Senate debates

Thursday, 4 July 2019


Treasury Laws Amendment (Tax Relief So Working Australians Keep More Of Their Money) Bill 2019; Second Reading

4:33 pm

Photo of Jacqui LambieJacqui Lambie (Tasmania, Jacqui Lambie Network) Share this | Hansard source

These tax cuts put money back into people's pockets. That's what it comes down to. It's not perfect. It's not a total shocker either. It's going to help, but it's not going to help everyone. I've spoken to the government, and I've told them my concerns about the Treasury Laws Amendment (Tax Relief So Working Australians Keep More Of Their Money) Bill 2019. I've told them that tax cuts don't help people who aren't able to find a job in the first place or people who are sleeping in their cars or in their tents in Tasmania. I've told them that, if you really care about taking the foot off the throat of people who are doing it tough, you can't ignore those people doing it toughest of all.

Tasmanians have a higher proportion of historic public housing debt than anywhere else, and we have thousands of people who need housing. The list is growing every year, and every year we get a cheque to start to chip away at that list of people who need our help. Instead of putting that money to good use, we split it and send half of it straight back to Canberra. Half of our social housing budget is sent back to Canberra. We have a housing crisis in Tasmania, and we're fighting it with one hand behind our backs. It's not good enough. It's so unfair. It's time we called time on this debt.

People raise their eyebrows at the budget cost of these tax cuts. Tell me what you think about the human cost of telling a homeless single mum that she has nowhere to sleep tonight because Canberra needs that housing money more than she does. I'm not saying everything about this bill is perfect, and I'm not saying that it's going to fix every problem people are experiencing. I'm just saying that if you ask me to choose between helping someone and helping nobody, I know what I'm going to choose every single time—just as sure as day follows night.

The tax cuts we're dealing with should be dealt with on their own merits, not on the deals or sweeteners that come attached. I'm not going to vote away my integrity for anything, because it's all I've got in this place. I'm voting with the government on this bill for what it does, because, on balance, we need something more than what we're seeing out there. I didn't rush into making this decision. I heard the arguments from all sides. I've heard the argument that this tax cut will mean cuts to services. Let's remember that every tax cut reduces the amount of money available to be spent by governments, not just the ones you don't like. Just about everybody in parliament is in favour of two of the three stages of the tax cuts except the Greens, who apparently think people earning $1,000 a week should be paying more tax, not less. When I follow the logic, if everyone here agrees, we should have some service cuts to go along with our tax cuts. What we're really debating is how deep those cuts should go. I don't believe that that's what we're debating, though, and I reckon nobody else here thinks that either, which shows that there's something broken about that logic.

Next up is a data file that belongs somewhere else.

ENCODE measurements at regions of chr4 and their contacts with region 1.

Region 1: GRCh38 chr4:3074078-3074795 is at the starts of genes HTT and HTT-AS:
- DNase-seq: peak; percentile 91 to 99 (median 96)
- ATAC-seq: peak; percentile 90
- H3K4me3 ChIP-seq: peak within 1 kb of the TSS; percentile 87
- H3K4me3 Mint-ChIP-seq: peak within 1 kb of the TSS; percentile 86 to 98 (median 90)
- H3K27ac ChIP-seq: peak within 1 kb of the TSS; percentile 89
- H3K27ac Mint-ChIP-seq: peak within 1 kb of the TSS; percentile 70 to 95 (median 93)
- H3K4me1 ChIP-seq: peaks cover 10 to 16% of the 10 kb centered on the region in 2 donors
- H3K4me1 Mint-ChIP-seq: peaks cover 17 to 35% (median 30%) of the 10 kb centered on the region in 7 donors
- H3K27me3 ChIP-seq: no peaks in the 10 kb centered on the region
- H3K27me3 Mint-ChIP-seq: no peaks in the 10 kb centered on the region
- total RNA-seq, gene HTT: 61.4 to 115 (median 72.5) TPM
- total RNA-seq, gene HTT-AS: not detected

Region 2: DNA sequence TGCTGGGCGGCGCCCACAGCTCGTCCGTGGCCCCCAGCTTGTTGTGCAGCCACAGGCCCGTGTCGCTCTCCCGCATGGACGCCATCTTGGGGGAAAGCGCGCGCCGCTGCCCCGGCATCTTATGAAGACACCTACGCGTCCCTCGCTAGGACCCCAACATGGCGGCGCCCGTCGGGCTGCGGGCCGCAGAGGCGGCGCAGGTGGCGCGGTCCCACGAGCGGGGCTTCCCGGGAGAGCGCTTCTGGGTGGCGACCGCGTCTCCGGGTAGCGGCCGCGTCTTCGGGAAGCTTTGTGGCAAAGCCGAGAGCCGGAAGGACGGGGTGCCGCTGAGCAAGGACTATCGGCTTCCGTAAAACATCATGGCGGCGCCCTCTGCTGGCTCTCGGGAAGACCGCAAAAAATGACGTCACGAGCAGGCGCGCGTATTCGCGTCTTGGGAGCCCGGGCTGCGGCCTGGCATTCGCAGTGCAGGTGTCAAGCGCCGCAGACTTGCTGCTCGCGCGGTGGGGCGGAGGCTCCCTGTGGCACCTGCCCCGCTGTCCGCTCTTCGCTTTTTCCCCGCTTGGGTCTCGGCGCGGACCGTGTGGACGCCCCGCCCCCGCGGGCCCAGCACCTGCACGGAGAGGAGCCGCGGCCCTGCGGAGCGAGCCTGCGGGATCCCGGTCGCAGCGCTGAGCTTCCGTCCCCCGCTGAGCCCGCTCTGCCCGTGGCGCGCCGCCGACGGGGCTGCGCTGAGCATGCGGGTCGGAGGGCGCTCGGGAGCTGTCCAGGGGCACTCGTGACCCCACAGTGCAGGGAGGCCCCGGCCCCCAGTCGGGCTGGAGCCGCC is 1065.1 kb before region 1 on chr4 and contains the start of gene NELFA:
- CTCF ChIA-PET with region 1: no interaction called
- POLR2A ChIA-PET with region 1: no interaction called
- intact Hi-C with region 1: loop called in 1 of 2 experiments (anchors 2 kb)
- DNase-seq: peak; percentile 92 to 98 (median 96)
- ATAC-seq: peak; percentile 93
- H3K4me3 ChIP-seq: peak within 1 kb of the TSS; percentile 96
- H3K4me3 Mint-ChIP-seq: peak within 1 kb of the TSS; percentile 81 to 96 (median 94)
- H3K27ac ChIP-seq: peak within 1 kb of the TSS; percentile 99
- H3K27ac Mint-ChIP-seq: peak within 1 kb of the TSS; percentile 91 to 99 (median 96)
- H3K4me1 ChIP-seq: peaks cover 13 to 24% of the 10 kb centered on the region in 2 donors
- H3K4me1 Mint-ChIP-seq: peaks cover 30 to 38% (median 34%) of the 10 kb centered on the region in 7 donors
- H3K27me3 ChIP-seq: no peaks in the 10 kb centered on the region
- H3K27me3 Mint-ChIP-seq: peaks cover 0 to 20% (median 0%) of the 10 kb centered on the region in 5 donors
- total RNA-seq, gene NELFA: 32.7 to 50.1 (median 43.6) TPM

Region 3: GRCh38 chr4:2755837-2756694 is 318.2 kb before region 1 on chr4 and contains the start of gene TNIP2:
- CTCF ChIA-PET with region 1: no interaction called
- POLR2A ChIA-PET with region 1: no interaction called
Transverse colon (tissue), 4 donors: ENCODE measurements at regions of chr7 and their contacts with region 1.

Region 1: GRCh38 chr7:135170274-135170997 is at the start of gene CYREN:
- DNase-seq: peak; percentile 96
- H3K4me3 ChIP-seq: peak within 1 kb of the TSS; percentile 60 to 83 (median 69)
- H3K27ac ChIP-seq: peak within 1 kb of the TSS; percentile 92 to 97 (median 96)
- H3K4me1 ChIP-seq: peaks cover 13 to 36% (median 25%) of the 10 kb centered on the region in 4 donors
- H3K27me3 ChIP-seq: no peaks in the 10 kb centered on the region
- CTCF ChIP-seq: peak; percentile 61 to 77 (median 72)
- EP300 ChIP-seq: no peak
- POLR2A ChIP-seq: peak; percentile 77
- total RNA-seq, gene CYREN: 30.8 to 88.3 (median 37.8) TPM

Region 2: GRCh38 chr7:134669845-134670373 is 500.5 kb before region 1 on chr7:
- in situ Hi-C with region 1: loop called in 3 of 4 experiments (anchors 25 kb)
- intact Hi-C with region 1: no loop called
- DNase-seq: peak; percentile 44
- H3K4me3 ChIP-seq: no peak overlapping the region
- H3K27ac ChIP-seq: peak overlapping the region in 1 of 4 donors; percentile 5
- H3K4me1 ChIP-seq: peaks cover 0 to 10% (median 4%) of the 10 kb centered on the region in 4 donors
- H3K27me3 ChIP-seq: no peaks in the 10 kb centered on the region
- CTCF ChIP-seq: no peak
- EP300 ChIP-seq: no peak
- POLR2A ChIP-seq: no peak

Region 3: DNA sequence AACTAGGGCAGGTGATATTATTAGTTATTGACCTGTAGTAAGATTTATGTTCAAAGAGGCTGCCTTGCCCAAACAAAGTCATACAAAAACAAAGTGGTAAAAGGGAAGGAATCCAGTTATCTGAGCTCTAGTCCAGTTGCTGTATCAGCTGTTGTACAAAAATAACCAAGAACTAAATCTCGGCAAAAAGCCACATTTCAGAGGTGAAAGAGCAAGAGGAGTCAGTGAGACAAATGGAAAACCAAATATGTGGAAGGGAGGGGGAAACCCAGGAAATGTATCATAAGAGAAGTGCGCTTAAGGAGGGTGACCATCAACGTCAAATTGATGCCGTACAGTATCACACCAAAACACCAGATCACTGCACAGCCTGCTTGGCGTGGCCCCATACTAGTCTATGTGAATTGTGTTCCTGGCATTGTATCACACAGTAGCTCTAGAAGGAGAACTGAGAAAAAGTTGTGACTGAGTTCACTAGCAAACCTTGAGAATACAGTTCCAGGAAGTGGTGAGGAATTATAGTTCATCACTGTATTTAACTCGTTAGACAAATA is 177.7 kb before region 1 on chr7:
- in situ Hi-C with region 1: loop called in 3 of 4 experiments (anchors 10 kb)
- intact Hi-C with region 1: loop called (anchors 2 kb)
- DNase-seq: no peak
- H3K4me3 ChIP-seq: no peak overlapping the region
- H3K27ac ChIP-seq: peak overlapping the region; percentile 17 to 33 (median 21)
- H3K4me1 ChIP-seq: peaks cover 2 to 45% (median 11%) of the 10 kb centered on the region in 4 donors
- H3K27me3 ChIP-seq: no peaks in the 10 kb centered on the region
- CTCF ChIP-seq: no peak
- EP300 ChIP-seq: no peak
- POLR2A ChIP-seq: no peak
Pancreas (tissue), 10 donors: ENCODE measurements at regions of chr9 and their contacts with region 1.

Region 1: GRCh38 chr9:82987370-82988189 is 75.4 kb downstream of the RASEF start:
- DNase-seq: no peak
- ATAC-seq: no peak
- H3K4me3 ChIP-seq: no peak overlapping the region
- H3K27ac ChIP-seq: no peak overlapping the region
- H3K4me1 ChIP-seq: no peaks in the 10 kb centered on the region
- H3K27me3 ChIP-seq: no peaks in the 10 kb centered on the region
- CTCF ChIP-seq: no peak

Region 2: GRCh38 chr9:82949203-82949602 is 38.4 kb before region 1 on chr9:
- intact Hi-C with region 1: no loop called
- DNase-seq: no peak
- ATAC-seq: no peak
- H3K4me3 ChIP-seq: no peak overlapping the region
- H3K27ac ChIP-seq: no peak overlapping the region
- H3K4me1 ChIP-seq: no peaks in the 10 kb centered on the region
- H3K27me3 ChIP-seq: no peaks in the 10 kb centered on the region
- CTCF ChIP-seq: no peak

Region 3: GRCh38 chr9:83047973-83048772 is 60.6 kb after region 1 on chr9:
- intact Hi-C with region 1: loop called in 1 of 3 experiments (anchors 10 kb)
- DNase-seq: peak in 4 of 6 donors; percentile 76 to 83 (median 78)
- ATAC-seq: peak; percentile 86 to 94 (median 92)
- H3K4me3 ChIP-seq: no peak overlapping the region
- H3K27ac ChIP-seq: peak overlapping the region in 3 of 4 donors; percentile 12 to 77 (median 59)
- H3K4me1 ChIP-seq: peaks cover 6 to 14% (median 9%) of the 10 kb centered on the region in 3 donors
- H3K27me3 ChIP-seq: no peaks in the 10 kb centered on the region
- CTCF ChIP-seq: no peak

In the meantime, the economy is really struggling. Tasmania's small businesses are practically dragging customers off the streets and into their stores. Those customers don't have money in their pockets either, because the jobs aren't there. I don't have to imagine what $1,000 would do for those struggling businesses and those struggling families and I don't have to imagine what a struggling economy would look like six years from now, because, from where I'm looking, the economy is struggling now. Come see my neck of the woods in Tasmania, and I'll show you why this bill matters so much. People need this tax cut out there, and they need it yesterday.

I've been told that we shouldn't lock in tax cuts years from now because we don't know what the economy will look like then. Can I just say that I hear all the time that people hate the way politicians never do anything or have a vision about the long-term future of this country. Now we've got a chance to do something beyond the short term, and everyone's saying that because we don't know what the world will be like in five years time we shouldn't do anything until we get there. If the economy gets worse between now and then, as this has, it takes a week to change the tax rates. If, in six years time, the economy can't handle a huge tax cut, then people expect their politicians to say so, be up-front and be honest. If the risk is too big to justify, people will understand rolling it back or putting it on hold for the time being.

The only way you can think that the worst bits of this tax bill are permanent is if you believe that nobody in this place can do the right thing and the responsible thing. I'm not prepared to give up on the possibility that parliament can show a little bit of guts and do the right thing when the time is right. I'm not prepared to walk away from tax cuts for low-income workers starting next week simply because we don't know if we'll be able to afford tax cuts for everybody else five years from now. If we can't afford it then, we don't go ahead; it is that simple. But I'll tell you what we can't afford to do either: we can't afford to leave people out to dry by blocking every part of this tax cut. People in Tasmania need this money to make ends meet. While all of this bill is being voted on today, not all of it is coming into effect today. In reality, it's more like something now or nothing now—something for those people struggling on low incomes, who are staring down another year without a pay rise for the blue-collar worker. That's something that makes a huge difference to me, I can assure you.


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